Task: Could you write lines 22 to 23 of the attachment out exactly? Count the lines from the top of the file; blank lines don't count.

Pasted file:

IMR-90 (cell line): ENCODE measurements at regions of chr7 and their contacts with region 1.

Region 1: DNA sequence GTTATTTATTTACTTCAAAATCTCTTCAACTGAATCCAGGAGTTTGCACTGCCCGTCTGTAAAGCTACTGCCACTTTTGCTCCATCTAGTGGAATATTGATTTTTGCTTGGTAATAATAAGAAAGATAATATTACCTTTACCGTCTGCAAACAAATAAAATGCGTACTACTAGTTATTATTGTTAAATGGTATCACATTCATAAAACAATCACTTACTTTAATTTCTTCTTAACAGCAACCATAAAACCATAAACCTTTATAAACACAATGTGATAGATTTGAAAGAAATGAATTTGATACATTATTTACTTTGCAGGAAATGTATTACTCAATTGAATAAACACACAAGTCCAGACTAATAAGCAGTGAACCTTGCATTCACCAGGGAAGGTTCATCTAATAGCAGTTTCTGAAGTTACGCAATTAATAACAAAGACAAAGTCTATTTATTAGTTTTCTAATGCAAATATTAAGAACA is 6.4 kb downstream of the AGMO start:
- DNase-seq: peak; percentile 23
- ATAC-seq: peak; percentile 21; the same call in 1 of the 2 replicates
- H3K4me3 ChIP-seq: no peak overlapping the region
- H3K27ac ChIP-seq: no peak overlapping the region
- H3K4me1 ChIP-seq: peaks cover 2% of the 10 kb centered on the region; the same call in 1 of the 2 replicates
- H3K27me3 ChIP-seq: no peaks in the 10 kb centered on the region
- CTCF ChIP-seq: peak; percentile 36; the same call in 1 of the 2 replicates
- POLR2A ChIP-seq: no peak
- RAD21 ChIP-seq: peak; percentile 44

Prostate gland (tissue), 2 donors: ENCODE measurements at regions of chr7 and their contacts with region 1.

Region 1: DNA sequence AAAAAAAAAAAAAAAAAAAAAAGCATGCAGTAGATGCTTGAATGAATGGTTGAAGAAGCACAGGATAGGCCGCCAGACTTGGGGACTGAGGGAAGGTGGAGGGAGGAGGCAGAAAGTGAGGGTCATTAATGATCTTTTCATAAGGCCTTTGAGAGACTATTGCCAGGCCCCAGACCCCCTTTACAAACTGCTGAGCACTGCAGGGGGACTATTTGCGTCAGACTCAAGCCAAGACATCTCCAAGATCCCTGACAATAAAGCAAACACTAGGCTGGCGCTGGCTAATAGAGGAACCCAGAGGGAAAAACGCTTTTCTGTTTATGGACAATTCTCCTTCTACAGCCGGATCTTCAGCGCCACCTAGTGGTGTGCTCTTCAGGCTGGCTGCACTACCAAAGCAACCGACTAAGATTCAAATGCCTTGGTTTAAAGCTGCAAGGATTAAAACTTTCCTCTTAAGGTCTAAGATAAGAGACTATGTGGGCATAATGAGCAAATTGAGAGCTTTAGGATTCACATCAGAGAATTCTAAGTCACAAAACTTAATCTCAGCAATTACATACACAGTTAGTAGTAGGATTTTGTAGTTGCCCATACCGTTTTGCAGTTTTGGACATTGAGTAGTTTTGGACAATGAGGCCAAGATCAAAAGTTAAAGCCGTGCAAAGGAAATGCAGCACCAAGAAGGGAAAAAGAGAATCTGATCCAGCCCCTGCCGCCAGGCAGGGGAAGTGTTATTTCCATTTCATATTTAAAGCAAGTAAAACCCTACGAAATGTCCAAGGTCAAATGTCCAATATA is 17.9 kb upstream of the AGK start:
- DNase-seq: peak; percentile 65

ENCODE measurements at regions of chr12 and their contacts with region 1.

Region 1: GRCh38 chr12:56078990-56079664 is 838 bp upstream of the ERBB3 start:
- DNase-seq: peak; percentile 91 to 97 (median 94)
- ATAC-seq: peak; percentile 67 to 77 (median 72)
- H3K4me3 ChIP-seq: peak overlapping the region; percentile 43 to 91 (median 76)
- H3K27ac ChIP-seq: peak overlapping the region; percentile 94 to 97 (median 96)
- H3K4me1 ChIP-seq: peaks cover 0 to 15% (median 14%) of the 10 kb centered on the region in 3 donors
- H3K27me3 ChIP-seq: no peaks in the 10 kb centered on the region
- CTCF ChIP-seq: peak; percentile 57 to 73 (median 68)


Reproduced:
- H3K27me3 ChIP-seq: no peaks in the 10 kb centered on the region
- CTCF ChIP-seq: peak; percentile 57 to 73 (median 68)